Four Wives Review
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Ever since the women of Wisteria Lane broke the myth of the happy suburban housewife wide open, desperate housewives have been all the rage. So in her debut novel, Four Wives, Wendy Walker introduces readers to four new housewives: the women of Hunting Ridge.

Living in beautiful suburban homes with successful husbands and their adorable children, these four women appear to have it all—but so much in Hunting Ridge is only skin-deep.

Gayle came from old money—and her greatest act of rebellion was choosing Troy as her husband. But as she watches Troy’s growing frustration with his inability to keep up with her family, she begins to worry about her marriage—and her son.

Love was a rising intellectual star before everything came crashing down. She’s been running from her past—but now she may have to face it again.

Marie wanted a lawn—and she got a suburban nightmare. Stuck in a world of soy lattes and plastic surgery, she wonders if she’ll make it out alive.

Janie never thought she’d be unfaithful to her husband—even though she stopped loving him years ago. But when it happens, she finds herself wondering how she can keep the excitement but lose the risk.

As all four women work together to try to plan a huge charity event, each pastes a smile on her face, hoping the others won’t notice that she’s secretly falling apart.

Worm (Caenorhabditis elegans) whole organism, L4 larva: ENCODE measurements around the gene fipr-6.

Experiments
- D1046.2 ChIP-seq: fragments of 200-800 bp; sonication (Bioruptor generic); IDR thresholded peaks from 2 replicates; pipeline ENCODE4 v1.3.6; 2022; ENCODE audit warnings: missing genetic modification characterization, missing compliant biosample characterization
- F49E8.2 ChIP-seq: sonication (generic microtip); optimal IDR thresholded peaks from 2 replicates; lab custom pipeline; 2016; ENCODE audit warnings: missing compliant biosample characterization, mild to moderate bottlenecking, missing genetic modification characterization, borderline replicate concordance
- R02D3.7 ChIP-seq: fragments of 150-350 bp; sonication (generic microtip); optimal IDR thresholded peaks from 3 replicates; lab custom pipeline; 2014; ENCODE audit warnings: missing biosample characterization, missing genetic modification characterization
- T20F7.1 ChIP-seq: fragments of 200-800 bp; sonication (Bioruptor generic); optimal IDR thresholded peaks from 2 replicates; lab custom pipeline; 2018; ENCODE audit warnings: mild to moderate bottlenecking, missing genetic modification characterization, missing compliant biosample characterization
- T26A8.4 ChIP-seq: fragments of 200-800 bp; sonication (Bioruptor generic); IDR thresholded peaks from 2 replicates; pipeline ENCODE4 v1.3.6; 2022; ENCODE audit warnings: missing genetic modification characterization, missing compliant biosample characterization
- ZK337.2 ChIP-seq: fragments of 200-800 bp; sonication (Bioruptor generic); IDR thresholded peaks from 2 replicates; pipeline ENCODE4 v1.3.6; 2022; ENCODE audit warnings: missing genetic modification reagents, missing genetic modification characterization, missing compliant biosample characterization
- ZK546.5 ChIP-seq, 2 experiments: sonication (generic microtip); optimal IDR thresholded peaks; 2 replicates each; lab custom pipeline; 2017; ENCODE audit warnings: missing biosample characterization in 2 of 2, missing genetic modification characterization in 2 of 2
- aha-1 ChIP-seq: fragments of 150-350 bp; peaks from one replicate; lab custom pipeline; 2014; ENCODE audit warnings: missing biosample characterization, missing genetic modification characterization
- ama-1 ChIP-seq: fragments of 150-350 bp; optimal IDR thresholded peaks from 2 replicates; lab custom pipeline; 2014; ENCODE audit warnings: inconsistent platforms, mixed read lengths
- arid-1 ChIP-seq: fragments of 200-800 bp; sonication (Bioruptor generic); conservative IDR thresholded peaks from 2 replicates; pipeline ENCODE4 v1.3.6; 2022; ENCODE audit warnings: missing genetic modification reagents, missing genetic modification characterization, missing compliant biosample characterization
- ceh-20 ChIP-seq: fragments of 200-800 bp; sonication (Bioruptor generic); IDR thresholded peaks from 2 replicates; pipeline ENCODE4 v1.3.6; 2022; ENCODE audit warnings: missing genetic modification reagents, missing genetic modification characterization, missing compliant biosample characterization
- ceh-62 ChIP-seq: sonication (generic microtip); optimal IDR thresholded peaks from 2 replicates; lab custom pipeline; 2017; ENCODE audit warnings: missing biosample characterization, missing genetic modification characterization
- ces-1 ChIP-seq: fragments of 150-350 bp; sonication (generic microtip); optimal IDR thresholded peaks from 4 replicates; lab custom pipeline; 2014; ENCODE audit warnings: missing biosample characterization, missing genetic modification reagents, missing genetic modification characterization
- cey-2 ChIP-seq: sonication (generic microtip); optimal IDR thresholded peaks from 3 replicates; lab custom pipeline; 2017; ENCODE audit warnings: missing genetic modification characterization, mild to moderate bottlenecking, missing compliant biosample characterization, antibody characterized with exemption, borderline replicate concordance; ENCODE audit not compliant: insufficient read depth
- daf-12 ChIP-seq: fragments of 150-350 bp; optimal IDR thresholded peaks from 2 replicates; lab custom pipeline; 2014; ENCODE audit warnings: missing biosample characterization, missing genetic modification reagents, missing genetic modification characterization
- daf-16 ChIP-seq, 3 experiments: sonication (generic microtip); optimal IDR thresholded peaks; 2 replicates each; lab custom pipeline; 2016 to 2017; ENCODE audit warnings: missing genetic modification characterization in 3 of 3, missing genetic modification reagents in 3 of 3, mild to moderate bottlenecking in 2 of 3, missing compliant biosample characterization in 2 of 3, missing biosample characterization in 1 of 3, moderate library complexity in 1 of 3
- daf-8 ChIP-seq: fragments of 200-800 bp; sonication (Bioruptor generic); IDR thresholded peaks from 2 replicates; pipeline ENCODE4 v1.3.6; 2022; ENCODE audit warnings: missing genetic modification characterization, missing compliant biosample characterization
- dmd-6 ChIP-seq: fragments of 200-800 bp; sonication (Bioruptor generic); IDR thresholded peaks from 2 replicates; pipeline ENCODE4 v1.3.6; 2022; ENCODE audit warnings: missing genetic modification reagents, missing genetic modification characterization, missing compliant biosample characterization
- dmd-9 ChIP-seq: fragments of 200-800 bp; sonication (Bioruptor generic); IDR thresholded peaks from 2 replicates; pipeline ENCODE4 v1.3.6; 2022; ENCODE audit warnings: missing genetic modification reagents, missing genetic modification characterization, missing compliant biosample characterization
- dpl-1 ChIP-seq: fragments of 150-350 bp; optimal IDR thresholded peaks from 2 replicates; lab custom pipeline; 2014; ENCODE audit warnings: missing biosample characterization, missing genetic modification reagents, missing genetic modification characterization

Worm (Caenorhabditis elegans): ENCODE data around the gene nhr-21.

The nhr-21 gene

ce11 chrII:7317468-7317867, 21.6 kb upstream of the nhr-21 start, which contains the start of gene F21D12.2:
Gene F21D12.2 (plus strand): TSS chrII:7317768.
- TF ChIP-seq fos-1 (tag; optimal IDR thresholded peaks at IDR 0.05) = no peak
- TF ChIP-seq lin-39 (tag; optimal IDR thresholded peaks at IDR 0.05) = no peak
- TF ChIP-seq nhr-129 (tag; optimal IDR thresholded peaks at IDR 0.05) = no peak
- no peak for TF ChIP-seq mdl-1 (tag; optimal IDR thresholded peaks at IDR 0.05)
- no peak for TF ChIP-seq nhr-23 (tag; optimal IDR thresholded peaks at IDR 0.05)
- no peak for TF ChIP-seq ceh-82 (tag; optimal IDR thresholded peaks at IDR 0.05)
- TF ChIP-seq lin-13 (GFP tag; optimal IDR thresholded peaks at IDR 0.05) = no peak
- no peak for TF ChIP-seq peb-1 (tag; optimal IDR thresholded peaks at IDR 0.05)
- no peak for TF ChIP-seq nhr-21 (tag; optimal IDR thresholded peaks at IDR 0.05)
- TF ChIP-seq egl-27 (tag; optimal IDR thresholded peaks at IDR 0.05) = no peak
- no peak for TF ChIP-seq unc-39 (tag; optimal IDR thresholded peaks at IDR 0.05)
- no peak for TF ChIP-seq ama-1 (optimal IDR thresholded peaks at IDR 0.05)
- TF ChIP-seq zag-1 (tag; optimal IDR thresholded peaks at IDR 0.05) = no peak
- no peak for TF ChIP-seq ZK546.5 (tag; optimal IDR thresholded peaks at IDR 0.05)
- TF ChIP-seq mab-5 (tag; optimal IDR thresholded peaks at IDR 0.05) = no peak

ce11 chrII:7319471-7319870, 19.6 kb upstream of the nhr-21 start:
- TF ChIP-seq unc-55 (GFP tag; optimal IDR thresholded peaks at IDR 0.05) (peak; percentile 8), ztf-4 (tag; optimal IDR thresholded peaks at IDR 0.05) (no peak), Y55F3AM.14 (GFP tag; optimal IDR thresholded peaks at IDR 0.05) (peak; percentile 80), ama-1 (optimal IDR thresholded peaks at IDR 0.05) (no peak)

Four Wives is a dishy page-turner about the deep, dark secrets of the rich and fabulous—the ones who seem to have it all. Even if you don’t live in a mansion with your own household staff, you’ll be able to relate to the characters—as well as to many of the challenges that they face in dealing with others and with themselves: fear, guilt, anxiety, confusion, frustration. And the story will hold your attention from start to finish—mostly because Walker does a good job of stringing readers along, giving hints that there’s more dirt to come if you’ll just keep reading. What’s Love’s big secret? Who’s Janie sleeping with? You’ll just have to keep reading to find out. And though the technique is frustrating at times, it works. It’ll keep you reading.

At the same time, though, the stereotypes sometimes feel a bit overdone. After a while, it seems like one would need to be a brainless sheep (or a Stepford wife) not to be horribly dissatisfied with her life. In Four Wives, anyone who seems to be happily married or successful or satisfied with her life is obviously hiding something huge. And while it may make you feel better about your own little problems and your own minor gripes, it offers a pretty grim take on just about everything that comes with being an adult.

Overall, though, Four Wives is a good first effort. The characters are well-developed, and the story—though not necessarily original—will keep you interested. All that’s really missing is a touch of wit to take off a bit of the cynical edge.

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